Doo Nam Yang v. ABCL Corp. et al.
427 F. Supp. 2d 327 (S.D.N.Y. 2005)
U.S. District Court for the Southern District of New York
SAND, District Judge.
Plaintiff Doo Nam Yang brings this action under the Fair Labor Standards Act of 1938
("FLSA"), 29 U.S.C.A. § 201 et seq…, alleging that defendants Gold Lee Jewelry
Company ("Gold Lee"), ACBL Corporation ("ACBL"), and Han Sung Lee failed to pay
overtime…The Court has jurisdiction pursuant to 28 U.S.C. § 1331…
The Court held a two day bench trial beginning on November 2, 2005. The only
witnesses were Yang and Lee. In general, the Court found Yang's testimony to be
credible and corroborated by other evidence, while Lee's testimony was replete with
contradictions, his demeanor was hostile, and his answers were, for the most part,
unworthy of credence. The Court makes the following findings of fact and conclusions of
Plaintiff Doo Nam Yang is a Korean immigrant who came to the United States on
January 17, 1997 and currently lives in Queens. In Korea, Yang graduated high school
and worked as a mechanic repairing sewing machines. He was first hired to work for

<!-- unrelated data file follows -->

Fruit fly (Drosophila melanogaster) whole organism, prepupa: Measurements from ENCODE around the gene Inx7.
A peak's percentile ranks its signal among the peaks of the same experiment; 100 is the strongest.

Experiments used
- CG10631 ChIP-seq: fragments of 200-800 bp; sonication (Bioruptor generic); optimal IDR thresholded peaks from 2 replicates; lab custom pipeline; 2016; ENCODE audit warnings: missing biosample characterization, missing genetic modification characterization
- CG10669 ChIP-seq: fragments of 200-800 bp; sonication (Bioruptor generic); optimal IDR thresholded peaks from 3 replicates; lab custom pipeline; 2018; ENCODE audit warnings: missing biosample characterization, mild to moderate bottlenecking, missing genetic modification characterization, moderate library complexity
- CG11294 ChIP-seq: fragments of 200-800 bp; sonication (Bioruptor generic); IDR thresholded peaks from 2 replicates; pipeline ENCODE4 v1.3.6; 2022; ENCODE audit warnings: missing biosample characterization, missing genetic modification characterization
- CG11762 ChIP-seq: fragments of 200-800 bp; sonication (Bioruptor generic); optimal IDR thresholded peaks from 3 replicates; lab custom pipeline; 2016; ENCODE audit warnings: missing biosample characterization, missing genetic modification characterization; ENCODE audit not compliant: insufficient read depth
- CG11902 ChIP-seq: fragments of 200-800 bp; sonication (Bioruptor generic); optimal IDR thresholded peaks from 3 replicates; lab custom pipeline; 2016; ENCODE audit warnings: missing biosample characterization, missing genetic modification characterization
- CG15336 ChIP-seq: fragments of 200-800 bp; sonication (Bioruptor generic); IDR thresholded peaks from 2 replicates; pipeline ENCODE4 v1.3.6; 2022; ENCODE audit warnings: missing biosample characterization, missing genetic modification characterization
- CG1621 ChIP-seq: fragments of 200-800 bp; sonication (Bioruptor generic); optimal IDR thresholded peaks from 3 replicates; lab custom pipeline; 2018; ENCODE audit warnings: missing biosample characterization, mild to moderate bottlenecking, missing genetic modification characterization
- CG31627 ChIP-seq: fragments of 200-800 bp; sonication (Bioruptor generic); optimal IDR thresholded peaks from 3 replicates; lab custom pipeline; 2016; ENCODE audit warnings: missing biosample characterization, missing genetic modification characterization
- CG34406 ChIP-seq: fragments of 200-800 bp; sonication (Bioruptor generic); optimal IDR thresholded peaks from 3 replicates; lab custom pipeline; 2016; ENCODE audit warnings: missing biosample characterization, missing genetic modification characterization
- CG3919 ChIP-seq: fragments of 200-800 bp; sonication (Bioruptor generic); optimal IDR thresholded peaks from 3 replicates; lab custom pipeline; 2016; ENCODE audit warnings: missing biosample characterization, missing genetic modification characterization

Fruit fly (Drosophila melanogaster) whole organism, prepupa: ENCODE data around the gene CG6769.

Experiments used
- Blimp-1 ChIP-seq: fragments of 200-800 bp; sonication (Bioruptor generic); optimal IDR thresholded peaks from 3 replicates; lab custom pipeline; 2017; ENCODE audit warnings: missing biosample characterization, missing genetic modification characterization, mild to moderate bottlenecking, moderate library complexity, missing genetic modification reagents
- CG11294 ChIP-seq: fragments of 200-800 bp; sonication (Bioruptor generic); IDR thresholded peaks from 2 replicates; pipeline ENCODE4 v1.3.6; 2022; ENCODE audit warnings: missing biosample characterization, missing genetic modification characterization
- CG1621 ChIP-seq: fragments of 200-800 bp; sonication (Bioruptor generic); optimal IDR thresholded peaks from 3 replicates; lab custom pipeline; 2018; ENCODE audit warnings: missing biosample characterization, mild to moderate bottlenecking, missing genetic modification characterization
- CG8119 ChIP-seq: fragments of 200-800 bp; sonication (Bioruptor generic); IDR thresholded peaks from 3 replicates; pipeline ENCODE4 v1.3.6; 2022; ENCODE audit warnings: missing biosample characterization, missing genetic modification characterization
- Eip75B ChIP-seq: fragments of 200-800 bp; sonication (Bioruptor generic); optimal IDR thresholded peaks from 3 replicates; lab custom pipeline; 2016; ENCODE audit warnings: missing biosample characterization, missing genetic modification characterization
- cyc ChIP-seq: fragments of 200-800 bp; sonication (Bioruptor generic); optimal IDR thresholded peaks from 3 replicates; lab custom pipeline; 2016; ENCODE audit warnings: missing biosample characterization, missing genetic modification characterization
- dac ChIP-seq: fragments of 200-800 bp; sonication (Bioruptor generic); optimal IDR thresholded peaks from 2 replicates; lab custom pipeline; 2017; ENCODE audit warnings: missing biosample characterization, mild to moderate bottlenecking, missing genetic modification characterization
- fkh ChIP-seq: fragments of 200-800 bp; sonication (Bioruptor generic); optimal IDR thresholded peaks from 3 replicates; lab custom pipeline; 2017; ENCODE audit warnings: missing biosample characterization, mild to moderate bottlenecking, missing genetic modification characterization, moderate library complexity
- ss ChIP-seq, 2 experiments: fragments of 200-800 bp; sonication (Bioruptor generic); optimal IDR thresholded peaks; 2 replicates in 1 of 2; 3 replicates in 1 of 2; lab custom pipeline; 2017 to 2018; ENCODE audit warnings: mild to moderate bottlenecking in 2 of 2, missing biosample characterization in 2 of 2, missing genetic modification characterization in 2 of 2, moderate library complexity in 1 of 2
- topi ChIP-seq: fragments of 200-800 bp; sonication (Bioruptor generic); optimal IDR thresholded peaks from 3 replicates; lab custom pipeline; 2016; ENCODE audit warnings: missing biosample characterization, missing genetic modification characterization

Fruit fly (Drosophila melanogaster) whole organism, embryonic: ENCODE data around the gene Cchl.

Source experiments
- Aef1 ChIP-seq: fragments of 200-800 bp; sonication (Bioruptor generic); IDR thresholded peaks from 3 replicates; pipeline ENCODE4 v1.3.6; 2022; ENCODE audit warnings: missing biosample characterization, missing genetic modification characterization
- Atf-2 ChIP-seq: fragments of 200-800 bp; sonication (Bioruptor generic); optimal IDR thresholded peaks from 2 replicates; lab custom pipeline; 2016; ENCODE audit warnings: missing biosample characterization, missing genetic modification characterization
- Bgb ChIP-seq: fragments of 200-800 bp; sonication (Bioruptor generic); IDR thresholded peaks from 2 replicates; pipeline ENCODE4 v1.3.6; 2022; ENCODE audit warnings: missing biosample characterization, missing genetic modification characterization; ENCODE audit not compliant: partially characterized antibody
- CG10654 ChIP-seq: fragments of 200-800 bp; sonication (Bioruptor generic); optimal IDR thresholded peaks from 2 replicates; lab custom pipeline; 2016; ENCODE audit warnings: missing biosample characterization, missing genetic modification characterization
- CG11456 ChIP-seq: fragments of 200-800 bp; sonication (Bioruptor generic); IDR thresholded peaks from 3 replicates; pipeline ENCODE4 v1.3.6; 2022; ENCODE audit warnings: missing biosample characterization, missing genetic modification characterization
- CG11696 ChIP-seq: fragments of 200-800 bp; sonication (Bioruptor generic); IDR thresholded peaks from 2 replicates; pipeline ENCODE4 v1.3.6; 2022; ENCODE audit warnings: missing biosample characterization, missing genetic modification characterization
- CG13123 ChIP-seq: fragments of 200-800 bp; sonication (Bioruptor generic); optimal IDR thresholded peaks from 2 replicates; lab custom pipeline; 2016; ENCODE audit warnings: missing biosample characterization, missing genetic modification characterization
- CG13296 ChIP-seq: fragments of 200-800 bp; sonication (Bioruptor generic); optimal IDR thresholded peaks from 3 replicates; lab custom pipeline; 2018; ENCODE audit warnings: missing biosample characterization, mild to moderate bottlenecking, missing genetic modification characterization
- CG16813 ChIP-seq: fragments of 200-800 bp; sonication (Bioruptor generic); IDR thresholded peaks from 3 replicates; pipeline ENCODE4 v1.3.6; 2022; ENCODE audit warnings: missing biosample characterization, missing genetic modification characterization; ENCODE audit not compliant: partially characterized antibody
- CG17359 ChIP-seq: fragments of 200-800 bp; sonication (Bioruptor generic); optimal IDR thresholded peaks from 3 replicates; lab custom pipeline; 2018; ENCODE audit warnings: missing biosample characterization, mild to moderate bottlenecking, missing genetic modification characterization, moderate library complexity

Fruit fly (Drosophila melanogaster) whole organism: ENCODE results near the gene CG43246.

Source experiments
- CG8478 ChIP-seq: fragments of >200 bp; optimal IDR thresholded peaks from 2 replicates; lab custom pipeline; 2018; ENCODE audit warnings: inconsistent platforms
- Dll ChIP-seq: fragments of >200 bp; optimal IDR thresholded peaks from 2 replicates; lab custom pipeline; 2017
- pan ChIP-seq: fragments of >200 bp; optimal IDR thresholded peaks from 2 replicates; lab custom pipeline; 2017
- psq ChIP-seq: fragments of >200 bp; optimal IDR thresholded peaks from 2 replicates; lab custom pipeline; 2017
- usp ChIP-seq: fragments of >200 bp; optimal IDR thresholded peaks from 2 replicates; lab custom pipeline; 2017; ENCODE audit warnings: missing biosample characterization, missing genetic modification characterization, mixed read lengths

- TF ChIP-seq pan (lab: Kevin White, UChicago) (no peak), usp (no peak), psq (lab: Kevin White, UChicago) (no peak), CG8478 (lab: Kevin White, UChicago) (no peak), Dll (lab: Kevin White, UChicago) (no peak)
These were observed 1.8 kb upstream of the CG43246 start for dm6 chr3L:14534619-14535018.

defendants in October 1997 as a trainee, and eventually assumed such duties as ring-
making, electric re-wiring, and repairing motors…[T]he employment relationship
terminated for the last time on February 27, 2004.
Defendant Gold Lee was a company engaged in the creation and sale of jewelry. It was
founded by defendant Han Sung Lee, who remained its president and sole owner. In 2000,
Lee closed Gold Lee and opened defendant ACBL, another jewelry business, in its stead.
Since 2000, Lee has been the president and sole owner of ACBL. Lee's business was
originally located at 50 West 47th Street # B4, Manhattan, but moved in 2000 to 31 W.
47th Street, Suite 203.
II. Yang's Compensation
…Defendants, claiming that the original payroll records were damaged when a pipe burst
and flooded Lee's office, attempted to introduce into evidence a new document
containing the wages allegedly paid to, and hours allegedly worked by, plaintiff.
According to defendants, a "Ms. Lee"--a student whose first name, address, and dates of
employment defendants could not supply--spent approximately a half-day recopying the
severely damaged yet legible records of wages paid to plaintiff onto this proffered